Abduction Cases - Over 80,000 in All

In the 1970s and 1980s, a number of people disappeared from various coastal areas around Japan. Investigations on their disappearances turned up nothing. For years, there was very little, if any, connection among the disappearances. However, that changed in 1987 when two North Korean secret agents planted a bomb on a South Korean airliner killing all 115 passengers on board. Following the bombing, one of the North Korean agents, Kim Hyon Hi, was apprehended. She told authorities she and her accomplice had posed as Japanese tourists in order to get aboard the plane to plant the bomb. Ms. Kim also told authorities that she was able to pose as a Japanese citizen because of training she’d received from a Japanese woman abducted by North Korea. Suddenly, an incredible conspiracy appeared to be unfolding. The Japanese government tried, in vain, to raise the issue with the North Korean government during private meetings in the 1980s and early 1990s. However, the North Korean government denied any involvement and was insulted that the Japanese would even suggest that they had kidnapped Japanese citizens. The matter was summarily dropped from diplomatic discussions.

Here is a list of the number of abduction victims per country.

Timeline

1997

North Korean spy provides evidence After years of rumors, a North Korean defector who had been trained as a spy in Pyongyang emerged. His name is An Myong Jin. He told authorities he’d seen a young Japanese woman at the spy school who’d been kidnapped by North Korea. It was later determined that her name was Megumi Yokota, a girl from Niigata, Japan who’d gone missing in November, 1977 at the age of 13. Mr. An met with the parents of the girl and he identified her as the one he’d seen in North Korea. The Japanese government resumed its investigation into her disappearance as well as several other suspicious cases of missing people. In spite of Mr. An’s astonishing testimony, the North Korean government continued to deny any involvement in any kidnappings.

2002

North Korea admits to kidnappings firefox After years of denials by North Korea and increasing public pressure in Japan to resolve the issue of the abductions, the North Korean government finally admitted it had taken 13 Japanese people between 1977 and 1983. They made this stunning admission during a historic summit between North Korean leader Kim Jong Il and then Japanese Prime Minister Junichiro Koizumi during the Japanese PM’s visit to Pyongyang. The North Koreans apologized for the abductions blaming a rogue group of spies who were out of control although Mr. An has publicly stated that spies were ordered by their commanders to abduct Japanese citizens during the 1970s and 1980s. Kim Jong Il was also head of the spy school at the time of the abductions. Although there was no official explanation for why these people were taken, it is believed the North Koreans used them to train their spies in the language and culture of the Japanese. Those spies could then go out into the world and carry out missions posing as Japanese people. Unfortunately, bad news followed the admission of the kidnappings. During the summit, the North Koreans said that of the 13 people they kidnapped only 5 were still alive, the other 8 were dead. Those five people were returned on October 15, 2002 in a very public and emotional reunion in Tokyo. All five of the returnees now live and work in Japan.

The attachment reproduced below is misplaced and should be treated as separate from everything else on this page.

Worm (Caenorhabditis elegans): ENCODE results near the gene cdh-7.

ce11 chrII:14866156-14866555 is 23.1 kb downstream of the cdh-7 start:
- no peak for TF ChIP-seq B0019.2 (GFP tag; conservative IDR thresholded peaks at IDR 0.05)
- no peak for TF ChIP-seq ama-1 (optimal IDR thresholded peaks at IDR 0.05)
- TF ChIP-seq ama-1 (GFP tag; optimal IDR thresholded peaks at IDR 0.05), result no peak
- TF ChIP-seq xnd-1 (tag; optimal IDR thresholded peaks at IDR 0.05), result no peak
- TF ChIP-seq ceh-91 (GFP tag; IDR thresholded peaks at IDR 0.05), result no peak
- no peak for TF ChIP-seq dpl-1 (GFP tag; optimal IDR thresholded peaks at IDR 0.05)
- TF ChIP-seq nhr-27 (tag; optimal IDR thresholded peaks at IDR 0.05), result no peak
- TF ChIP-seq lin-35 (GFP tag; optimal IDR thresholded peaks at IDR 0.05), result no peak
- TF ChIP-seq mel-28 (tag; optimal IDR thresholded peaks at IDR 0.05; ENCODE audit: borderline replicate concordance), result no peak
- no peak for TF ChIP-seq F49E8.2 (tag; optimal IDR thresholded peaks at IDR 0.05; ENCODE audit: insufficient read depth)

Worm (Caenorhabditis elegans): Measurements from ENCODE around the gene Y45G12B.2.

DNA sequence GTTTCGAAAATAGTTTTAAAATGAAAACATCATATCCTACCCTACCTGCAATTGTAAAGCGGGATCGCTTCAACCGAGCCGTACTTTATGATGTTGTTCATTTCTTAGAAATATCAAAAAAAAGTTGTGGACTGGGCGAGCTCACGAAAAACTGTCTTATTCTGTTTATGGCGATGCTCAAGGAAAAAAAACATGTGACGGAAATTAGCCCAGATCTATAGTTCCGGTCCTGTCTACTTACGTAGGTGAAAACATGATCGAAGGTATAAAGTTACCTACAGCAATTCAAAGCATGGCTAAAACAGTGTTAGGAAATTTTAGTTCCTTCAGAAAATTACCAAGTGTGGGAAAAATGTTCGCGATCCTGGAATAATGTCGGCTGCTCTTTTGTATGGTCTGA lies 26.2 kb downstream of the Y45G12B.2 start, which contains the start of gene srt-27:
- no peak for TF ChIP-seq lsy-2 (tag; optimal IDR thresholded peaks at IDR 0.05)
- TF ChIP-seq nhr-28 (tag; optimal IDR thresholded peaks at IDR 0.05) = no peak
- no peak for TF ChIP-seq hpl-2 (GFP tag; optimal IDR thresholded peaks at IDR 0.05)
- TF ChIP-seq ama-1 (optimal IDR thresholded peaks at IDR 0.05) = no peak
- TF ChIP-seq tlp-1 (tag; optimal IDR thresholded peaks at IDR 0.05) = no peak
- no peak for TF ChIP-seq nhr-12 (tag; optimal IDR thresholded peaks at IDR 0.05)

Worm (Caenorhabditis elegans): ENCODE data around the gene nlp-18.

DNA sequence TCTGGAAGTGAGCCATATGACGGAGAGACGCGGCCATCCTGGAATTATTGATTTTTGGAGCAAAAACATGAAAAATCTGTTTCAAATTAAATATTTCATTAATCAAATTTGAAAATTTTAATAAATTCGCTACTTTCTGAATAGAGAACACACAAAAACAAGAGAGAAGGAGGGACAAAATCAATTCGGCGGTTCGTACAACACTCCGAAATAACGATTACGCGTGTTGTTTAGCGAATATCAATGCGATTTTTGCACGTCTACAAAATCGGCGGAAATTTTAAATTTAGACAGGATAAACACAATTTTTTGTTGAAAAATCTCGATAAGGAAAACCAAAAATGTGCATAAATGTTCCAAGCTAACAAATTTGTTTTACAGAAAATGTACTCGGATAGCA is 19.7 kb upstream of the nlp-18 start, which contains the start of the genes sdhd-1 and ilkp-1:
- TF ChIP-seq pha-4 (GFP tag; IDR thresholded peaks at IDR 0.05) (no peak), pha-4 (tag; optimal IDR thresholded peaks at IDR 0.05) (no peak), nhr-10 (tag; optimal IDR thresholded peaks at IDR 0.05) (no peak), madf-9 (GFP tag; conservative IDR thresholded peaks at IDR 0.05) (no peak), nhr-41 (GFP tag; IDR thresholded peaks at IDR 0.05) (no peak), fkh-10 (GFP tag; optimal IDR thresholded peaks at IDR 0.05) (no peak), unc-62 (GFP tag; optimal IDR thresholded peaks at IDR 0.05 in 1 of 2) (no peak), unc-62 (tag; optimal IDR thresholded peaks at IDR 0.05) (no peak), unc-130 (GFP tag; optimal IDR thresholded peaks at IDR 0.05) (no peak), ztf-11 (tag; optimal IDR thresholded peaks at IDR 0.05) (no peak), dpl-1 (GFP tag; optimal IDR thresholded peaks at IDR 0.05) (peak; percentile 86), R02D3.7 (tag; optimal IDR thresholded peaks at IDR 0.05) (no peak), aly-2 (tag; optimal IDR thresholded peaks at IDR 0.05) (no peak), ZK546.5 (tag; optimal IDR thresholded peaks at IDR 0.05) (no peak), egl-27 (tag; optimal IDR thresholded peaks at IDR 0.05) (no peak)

2004

DNA results inconclusive In spite of North Korea’s admission, many of the families of the 8 people, said to be dead, did not believe what they were told. They had good reason not to. Many of North Korea’s claims about the reasons for their deaths were dubious at best. For instance, two people were said to have died in a car accident in a country where very few people drive cars. Two others were said to have died in a gas leak in their home. One man was said to have drowned even though his family says he was a terrible swimmer and the seas on the alleged day of his death were rough. Moreover, North Korea refused to provide any proof of their death except for a death certificate. After North Korean defectors claimed they’d seen one abductee after the date of her alleged death, North Korea reissued a death certificate claiming she’d died a year later than they’d originally stated. North Korea claimed, and still claims, that most of the bodies of the dead were washed away in floods. In December, the North Koreans attempted to put to rest the debate over the deaths by providing the remains of the most famous of the abductees, Megumi Yokota, the 13-year-old girl snatched from Niigata in 1977. However, DNA tests by the Japanese government revealed that the ashes were not hers but those of two other anonymous people.